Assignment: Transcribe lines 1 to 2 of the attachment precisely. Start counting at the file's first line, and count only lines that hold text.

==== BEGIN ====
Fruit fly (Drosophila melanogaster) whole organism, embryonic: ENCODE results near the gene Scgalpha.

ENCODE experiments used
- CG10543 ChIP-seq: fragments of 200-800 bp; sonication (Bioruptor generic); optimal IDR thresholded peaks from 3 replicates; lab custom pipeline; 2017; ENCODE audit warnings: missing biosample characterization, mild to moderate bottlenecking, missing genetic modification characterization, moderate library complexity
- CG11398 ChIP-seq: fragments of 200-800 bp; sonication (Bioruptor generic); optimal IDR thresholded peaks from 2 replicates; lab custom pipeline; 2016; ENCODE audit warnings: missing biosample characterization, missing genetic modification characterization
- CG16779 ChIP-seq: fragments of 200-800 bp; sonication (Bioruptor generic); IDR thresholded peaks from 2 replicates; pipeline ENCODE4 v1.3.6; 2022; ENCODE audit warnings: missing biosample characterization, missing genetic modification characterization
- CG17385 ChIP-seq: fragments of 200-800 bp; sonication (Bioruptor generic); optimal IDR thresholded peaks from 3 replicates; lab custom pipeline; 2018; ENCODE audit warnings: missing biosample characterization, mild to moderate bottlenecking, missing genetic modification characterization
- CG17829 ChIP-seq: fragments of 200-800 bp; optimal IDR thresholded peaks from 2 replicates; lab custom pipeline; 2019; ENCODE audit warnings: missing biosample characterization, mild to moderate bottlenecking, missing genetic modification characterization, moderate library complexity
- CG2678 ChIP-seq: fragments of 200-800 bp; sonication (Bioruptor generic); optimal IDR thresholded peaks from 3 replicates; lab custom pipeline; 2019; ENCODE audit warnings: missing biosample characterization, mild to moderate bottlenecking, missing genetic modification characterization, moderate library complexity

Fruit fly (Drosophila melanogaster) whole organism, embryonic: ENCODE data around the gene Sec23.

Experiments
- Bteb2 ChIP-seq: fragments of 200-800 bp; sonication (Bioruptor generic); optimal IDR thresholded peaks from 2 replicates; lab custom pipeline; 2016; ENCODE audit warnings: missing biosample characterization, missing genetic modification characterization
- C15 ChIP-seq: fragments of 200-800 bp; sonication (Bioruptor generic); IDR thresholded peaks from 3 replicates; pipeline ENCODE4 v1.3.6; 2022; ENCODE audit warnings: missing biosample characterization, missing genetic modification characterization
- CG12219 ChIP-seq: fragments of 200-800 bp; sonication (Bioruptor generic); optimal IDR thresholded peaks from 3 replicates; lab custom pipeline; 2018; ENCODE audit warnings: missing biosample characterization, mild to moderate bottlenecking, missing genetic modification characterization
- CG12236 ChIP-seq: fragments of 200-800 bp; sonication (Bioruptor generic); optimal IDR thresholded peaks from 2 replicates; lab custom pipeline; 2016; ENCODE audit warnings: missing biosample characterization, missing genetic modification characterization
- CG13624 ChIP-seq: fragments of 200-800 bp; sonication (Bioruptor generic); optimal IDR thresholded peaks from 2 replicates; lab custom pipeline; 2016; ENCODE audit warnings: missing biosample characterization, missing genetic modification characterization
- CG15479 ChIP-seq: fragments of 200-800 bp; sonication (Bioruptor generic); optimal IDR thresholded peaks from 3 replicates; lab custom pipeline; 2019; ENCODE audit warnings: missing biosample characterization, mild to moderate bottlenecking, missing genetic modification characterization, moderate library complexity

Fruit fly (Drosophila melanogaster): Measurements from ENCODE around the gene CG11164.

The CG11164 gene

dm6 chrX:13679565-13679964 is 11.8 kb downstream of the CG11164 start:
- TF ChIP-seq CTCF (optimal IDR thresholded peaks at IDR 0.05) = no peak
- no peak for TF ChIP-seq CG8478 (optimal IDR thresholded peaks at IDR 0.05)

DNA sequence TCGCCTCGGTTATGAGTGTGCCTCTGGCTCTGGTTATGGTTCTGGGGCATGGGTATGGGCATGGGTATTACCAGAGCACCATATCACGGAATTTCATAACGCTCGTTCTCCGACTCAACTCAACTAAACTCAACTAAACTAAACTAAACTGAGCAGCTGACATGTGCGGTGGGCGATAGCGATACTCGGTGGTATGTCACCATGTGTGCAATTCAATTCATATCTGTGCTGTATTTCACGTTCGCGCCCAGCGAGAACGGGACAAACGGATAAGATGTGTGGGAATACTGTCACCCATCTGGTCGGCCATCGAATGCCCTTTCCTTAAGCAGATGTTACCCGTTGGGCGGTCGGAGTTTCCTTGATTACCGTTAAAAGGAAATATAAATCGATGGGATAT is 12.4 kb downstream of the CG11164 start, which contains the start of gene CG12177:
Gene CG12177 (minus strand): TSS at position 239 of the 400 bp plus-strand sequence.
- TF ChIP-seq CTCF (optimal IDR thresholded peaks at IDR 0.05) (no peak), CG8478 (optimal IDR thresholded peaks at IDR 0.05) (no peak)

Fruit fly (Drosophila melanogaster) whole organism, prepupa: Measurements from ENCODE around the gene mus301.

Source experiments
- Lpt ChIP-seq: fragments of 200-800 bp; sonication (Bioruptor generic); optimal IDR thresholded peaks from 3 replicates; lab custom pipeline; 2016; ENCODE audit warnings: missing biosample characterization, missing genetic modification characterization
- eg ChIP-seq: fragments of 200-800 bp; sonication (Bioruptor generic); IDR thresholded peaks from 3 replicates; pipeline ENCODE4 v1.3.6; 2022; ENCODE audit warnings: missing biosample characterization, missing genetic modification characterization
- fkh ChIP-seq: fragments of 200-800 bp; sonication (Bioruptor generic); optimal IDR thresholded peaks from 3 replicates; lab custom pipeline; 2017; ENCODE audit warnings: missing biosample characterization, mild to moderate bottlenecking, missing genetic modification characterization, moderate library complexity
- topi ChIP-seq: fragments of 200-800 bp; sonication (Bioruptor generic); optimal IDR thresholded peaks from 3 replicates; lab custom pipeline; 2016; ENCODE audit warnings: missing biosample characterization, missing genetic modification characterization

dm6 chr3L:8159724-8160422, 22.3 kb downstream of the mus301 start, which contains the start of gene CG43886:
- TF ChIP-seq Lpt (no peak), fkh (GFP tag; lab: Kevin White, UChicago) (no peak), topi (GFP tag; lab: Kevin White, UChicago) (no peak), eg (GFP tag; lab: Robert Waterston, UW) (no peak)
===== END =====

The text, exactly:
Fruit fly (Drosophila melanogaster) whole organism, embryonic: ENCODE results near the gene Scgalpha.

ENCODE experiments used